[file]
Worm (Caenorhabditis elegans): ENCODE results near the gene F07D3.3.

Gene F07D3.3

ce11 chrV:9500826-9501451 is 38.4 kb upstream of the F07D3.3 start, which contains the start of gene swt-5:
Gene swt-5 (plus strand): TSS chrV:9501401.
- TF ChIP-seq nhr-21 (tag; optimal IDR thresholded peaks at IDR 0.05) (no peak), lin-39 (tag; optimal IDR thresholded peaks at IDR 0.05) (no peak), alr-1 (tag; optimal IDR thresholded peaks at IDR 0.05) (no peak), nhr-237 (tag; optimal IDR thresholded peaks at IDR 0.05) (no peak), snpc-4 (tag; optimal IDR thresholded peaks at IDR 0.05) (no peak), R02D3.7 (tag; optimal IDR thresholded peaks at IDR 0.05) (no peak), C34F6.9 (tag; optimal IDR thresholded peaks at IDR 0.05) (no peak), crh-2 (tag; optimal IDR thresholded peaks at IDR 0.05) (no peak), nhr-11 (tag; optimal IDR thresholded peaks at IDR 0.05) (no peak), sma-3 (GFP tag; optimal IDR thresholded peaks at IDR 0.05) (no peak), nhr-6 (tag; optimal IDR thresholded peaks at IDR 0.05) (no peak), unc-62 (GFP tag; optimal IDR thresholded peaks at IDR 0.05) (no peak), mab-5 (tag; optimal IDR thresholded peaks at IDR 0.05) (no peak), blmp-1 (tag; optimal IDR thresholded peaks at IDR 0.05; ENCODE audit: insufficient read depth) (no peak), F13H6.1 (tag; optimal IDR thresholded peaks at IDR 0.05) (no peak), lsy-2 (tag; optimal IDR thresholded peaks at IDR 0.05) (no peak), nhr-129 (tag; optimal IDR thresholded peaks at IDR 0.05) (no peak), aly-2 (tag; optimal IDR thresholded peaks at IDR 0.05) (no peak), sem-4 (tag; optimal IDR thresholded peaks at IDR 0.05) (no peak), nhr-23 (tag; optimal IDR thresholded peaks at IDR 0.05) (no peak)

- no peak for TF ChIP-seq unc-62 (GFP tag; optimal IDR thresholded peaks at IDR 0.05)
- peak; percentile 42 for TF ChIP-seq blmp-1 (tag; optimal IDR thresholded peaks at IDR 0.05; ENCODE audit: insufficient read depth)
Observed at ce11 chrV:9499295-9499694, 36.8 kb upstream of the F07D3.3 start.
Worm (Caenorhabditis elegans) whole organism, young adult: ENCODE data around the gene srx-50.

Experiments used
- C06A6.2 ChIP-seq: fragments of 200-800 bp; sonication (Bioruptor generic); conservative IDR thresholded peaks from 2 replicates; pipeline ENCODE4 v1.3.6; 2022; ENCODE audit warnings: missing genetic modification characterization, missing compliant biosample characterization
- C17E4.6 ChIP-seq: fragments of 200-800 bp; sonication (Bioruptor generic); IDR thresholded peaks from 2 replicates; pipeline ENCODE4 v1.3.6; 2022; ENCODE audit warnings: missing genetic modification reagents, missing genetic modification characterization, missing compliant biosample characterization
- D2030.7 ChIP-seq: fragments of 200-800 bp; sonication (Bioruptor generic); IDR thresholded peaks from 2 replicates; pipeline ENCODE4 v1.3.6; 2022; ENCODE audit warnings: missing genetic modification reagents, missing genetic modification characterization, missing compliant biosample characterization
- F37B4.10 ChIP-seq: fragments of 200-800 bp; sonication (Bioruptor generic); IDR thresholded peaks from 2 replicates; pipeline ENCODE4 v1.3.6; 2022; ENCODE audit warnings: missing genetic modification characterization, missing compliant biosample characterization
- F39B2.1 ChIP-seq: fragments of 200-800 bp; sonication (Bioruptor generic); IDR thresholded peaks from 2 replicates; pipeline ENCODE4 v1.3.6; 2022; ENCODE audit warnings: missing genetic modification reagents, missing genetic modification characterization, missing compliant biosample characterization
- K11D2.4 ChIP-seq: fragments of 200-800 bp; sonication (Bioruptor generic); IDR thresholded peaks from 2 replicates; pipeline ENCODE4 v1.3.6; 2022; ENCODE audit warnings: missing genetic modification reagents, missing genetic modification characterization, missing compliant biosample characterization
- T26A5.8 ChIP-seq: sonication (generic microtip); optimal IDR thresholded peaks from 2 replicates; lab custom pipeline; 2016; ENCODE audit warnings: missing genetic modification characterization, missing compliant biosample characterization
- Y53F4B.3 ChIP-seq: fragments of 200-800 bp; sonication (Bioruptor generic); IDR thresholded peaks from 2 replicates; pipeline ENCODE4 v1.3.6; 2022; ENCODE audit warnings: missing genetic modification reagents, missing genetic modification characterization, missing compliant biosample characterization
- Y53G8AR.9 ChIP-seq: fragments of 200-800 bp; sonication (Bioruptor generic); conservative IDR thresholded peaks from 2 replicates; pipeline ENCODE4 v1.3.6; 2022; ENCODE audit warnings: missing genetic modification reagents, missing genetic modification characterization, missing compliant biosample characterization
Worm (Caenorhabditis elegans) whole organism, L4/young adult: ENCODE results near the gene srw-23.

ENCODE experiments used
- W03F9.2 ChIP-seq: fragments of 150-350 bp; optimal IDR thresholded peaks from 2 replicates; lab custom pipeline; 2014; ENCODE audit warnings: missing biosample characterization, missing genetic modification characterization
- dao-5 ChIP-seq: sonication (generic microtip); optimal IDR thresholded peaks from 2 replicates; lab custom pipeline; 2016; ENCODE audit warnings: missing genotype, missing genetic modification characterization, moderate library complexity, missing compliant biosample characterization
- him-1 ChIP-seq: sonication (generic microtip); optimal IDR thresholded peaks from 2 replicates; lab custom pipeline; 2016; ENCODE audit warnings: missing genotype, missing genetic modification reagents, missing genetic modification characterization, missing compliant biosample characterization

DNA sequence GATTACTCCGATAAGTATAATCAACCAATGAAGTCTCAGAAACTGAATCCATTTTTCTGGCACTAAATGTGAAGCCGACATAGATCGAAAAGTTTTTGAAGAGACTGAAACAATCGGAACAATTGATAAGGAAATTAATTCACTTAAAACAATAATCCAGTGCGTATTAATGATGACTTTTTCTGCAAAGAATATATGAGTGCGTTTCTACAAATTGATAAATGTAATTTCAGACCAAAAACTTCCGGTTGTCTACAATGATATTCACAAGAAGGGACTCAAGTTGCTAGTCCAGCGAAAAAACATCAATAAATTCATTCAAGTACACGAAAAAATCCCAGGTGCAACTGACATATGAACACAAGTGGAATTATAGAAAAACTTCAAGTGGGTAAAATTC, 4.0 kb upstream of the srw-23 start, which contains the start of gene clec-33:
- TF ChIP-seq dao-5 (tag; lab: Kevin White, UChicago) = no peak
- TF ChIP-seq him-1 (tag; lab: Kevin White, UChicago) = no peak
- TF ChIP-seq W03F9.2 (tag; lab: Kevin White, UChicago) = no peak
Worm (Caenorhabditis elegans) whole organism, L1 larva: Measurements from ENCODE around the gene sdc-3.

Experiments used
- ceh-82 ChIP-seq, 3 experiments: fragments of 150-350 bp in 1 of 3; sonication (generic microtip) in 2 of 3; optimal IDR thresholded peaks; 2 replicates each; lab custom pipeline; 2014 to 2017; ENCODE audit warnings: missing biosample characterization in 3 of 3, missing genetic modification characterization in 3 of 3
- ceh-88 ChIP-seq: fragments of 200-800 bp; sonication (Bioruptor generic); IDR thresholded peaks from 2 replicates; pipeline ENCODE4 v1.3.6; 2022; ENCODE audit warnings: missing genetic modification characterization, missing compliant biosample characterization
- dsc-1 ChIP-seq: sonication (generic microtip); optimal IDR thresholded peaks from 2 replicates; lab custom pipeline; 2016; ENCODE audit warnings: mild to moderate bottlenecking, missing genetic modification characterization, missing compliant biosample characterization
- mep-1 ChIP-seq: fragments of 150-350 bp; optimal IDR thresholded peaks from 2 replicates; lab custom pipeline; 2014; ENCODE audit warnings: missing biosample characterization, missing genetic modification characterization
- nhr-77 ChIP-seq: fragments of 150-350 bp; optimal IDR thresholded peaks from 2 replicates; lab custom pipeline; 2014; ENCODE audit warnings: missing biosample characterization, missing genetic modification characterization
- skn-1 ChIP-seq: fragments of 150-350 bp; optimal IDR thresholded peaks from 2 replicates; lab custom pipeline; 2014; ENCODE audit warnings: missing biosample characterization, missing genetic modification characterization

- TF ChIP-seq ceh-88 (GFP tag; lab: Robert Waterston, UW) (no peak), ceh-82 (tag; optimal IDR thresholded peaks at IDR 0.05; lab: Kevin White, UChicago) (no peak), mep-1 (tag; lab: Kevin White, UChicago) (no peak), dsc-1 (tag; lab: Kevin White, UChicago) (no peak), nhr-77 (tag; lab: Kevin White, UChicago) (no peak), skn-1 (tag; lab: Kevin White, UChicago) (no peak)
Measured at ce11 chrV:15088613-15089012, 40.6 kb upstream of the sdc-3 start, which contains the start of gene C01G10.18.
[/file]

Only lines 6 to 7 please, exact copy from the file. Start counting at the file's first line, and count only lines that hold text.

- no peak for TF ChIP-seq unc-62 (GFP tag; optimal IDR thresholded peaks at IDR 0.05)
- peak; percentile 42 for TF ChIP-seq blmp-1 (tag; optimal IDR thresholded peaks at IDR 0.05; ENCODE audit: insufficient read depth)